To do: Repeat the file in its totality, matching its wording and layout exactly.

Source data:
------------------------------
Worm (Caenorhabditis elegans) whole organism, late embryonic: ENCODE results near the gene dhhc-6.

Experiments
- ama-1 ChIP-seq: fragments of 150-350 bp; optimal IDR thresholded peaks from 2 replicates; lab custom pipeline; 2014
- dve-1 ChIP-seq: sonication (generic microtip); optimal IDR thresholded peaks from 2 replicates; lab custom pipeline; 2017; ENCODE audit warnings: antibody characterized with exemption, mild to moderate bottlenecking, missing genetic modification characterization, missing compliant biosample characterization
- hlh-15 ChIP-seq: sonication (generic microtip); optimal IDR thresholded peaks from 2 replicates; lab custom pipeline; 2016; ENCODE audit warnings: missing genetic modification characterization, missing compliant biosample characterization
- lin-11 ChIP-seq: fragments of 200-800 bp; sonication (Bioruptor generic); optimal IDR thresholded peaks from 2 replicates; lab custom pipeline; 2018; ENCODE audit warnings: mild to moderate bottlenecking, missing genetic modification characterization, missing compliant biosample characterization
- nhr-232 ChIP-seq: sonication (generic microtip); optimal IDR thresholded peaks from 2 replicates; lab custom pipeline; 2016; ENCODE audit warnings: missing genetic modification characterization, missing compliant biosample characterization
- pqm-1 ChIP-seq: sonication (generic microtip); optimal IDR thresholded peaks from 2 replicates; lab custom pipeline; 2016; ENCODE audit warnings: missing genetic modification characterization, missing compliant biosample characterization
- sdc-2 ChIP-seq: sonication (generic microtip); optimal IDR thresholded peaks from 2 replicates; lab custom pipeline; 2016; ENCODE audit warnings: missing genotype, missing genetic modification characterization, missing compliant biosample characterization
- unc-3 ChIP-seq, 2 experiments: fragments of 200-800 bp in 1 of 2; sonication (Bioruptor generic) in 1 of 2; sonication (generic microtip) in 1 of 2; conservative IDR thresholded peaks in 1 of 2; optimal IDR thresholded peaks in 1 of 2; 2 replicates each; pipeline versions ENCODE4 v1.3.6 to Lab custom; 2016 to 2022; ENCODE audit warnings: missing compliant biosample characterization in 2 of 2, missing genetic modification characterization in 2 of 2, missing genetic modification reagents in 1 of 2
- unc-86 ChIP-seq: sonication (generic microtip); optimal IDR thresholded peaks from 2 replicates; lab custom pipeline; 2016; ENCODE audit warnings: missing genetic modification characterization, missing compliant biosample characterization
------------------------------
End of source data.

Worm (Caenorhabditis elegans) whole organism, late embryonic: ENCODE results near the gene dhhc-6.

Experiments
- ama-1 ChIP-seq: fragments of 150-350 bp; optimal IDR thresholded peaks from 2 replicates; lab custom pipeline; 2014
- dve-1 ChIP-seq: sonication (generic microtip); optimal IDR thresholded peaks from 2 replicates; lab custom pipeline; 2017; ENCODE audit warnings: antibody characterized with exemption, mild to moderate bottlenecking, missing genetic modification characterization, missing compliant biosample characterization
- hlh-15 ChIP-seq: sonication (generic microtip); optimal IDR thresholded peaks from 2 replicates; lab custom pipeline; 2016; ENCODE audit warnings: missing genetic modification characterization, missing compliant biosample characterization
- lin-11 ChIP-seq: fragments of 200-800 bp; sonication (Bioruptor generic); optimal IDR thresholded peaks from 2 replicates; lab custom pipeline; 2018; ENCODE audit warnings: mild to moderate bottlenecking, missing genetic modification characterization, missing compliant biosample characterization
- nhr-232 ChIP-seq: sonication (generic microtip); optimal IDR thresholded peaks from 2 replicates; lab custom pipeline; 2016; ENCODE audit warnings: missing genetic modification characterization, missing compliant biosample characterization
- pqm-1 ChIP-seq: sonication (generic microtip); optimal IDR thresholded peaks from 2 replicates; lab custom pipeline; 2016; ENCODE audit warnings: missing genetic modification characterization, missing compliant biosample characterization
- sdc-2 ChIP-seq: sonication (generic microtip); optimal IDR thresholded peaks from 2 replicates; lab custom pipeline; 2016; ENCODE audit warnings: missing genotype, missing genetic modification characterization, missing compliant biosample characterization
- unc-3 ChIP-seq, 2 experiments: fragments of 200-800 bp in 1 of 2; sonication (Bioruptor generic) in 1 of 2; sonication (generic microtip) in 1 of 2; conservative IDR thresholded peaks in 1 of 2; optimal IDR thresholded peaks in 1 of 2; 2 replicates each; pipeline versions ENCODE4 v1.3.6 to Lab custom; 2016 to 2022; ENCODE audit warnings: missing compliant biosample characterization in 2 of 2, missing genetic modification characterization in 2 of 2, missing genetic modification reagents in 1 of 2
- unc-86 ChIP-seq: sonication (generic microtip); optimal IDR thresholded peaks from 2 replicates; lab custom pipeline; 2016; ENCODE audit warnings: missing genetic modification characterization, missing compliant biosample characterization